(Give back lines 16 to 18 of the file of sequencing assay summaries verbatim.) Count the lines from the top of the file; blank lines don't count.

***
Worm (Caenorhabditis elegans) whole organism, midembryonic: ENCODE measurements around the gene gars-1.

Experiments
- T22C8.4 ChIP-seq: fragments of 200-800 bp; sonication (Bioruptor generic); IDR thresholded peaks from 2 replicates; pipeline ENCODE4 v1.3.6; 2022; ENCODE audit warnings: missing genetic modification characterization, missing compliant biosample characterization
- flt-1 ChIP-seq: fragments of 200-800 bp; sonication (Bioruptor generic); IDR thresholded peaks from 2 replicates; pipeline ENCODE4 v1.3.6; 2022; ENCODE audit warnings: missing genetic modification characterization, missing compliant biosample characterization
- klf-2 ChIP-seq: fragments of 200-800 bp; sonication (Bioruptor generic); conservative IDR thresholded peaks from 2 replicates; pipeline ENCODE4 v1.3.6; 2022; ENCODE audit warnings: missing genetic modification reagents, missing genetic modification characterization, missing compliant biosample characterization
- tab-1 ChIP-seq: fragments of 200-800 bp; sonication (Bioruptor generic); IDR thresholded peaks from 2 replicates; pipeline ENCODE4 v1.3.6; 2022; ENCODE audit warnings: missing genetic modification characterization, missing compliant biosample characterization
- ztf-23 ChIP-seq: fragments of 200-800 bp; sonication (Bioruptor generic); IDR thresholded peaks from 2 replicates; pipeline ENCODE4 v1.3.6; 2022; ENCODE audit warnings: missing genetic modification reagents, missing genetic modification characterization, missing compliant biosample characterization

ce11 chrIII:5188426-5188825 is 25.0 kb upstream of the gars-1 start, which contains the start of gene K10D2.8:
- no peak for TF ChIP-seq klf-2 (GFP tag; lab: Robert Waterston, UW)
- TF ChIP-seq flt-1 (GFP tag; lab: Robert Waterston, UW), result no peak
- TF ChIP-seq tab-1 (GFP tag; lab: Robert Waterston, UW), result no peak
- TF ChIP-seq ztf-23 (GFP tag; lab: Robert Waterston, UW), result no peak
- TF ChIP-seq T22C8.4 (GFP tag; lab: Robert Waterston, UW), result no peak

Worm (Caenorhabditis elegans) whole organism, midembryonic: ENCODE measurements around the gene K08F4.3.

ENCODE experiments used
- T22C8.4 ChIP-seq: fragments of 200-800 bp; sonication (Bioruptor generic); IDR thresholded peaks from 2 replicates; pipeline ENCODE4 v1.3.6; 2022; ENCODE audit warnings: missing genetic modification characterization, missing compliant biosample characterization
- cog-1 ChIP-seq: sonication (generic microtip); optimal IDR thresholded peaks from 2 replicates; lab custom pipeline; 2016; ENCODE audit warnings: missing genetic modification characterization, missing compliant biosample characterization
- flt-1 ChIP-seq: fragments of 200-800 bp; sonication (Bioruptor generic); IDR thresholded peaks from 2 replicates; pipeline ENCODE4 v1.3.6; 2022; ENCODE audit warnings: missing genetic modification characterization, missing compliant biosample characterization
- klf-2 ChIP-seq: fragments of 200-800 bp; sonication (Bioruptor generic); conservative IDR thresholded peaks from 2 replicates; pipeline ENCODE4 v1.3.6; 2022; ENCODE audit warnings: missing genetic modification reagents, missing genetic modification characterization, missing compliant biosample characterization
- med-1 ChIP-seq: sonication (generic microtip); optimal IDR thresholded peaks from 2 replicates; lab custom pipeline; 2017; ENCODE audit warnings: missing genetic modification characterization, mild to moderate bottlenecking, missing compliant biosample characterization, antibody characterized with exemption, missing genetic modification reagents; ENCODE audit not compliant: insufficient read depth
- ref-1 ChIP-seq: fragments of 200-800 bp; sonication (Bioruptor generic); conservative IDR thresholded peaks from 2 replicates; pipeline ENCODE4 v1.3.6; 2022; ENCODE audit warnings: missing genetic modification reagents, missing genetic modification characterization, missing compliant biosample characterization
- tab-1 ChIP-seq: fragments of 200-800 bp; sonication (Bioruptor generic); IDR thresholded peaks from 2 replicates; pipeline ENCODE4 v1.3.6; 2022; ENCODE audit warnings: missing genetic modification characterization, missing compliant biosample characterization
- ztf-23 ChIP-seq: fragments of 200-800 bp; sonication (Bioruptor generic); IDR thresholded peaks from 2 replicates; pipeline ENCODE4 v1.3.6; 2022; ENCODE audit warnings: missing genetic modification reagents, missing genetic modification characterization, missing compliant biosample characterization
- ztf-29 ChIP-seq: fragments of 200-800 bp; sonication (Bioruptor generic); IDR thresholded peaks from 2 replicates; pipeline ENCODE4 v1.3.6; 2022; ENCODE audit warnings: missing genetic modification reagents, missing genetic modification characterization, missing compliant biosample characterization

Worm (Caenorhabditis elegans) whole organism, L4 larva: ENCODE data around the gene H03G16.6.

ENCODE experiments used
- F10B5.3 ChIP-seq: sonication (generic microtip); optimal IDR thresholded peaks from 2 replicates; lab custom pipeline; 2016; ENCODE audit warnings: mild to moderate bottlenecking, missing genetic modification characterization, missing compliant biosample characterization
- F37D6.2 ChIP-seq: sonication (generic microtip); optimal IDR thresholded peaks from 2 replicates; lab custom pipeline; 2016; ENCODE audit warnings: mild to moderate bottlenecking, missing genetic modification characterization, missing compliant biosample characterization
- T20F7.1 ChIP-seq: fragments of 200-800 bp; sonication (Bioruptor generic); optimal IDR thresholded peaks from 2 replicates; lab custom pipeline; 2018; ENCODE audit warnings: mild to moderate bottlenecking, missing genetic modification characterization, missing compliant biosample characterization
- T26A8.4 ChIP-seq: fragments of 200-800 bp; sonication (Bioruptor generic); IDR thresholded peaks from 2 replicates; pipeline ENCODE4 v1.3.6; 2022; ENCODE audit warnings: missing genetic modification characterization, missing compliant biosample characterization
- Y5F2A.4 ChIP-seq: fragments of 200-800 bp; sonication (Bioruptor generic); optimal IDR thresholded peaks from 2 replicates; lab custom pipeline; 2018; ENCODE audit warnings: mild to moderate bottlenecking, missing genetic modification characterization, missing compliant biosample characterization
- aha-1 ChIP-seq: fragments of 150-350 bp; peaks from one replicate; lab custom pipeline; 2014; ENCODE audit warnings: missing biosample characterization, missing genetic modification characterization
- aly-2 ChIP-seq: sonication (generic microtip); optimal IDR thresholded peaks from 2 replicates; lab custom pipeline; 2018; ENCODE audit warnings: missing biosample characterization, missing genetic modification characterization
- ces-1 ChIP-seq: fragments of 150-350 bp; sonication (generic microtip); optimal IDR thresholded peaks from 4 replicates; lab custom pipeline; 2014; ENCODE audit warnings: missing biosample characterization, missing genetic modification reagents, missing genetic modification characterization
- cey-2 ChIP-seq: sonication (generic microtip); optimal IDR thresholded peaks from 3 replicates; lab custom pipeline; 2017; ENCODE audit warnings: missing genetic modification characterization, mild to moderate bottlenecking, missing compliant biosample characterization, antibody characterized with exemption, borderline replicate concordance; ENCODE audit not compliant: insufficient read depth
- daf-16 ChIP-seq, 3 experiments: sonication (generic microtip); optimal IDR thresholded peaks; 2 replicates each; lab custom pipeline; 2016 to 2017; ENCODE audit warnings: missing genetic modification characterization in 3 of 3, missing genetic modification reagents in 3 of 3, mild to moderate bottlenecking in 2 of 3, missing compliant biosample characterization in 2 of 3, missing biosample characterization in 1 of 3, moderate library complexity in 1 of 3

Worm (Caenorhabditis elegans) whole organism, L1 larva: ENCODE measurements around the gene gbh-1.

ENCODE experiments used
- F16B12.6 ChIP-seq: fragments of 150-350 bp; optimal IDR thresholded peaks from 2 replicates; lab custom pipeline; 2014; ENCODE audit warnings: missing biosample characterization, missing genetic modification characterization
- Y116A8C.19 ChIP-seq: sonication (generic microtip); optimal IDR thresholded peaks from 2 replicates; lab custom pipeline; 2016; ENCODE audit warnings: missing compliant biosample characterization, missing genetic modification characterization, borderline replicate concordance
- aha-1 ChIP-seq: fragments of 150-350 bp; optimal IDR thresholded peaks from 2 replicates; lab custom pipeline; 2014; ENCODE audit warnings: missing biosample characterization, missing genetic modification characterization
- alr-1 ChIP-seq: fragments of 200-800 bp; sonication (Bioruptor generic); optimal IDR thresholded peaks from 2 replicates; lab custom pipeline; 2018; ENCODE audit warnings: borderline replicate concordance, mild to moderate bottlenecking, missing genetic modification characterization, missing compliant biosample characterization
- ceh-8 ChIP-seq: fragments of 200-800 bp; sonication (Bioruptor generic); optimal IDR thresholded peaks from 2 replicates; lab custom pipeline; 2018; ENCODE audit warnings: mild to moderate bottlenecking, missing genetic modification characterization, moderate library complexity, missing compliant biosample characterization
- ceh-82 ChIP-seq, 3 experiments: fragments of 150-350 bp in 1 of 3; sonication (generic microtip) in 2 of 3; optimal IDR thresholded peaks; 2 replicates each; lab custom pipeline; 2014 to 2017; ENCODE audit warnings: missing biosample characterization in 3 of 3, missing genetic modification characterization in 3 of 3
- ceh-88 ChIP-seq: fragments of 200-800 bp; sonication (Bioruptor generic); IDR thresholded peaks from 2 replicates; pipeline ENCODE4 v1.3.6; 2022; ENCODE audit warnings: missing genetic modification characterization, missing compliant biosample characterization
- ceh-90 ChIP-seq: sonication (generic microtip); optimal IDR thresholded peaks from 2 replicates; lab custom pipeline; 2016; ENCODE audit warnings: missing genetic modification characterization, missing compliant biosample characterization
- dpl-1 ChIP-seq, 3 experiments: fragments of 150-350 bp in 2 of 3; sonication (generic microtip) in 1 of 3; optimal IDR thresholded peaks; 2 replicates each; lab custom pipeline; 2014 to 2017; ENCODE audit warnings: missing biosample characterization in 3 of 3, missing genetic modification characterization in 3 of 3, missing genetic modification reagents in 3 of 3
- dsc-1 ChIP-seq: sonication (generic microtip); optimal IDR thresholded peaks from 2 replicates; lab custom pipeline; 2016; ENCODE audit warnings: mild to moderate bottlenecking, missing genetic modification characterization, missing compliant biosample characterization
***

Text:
- T22C8.4 ChIP-seq: fragments of 200-800 bp; sonication (Bioruptor generic); IDR thresholded peaks from 2 replicates; pipeline ENCODE4 v1.3.6; 2022; ENCODE audit warnings: missing genetic modification characterization, missing compliant biosample characterization
- cog-1 ChIP-seq: sonication (generic microtip); optimal IDR thresholded peaks from 2 replicates; lab custom pipeline; 2016; ENCODE audit warnings: missing genetic modification characterization, missing compliant biosample characterization
- flt-1 ChIP-seq: fragments of 200-800 bp; sonication (Bioruptor generic); IDR thresholded peaks from 2 replicates; pipeline ENCODE4 v1.3.6; 2022; ENCODE audit warnings: missing genetic modification characterization, missing compliant biosample characterization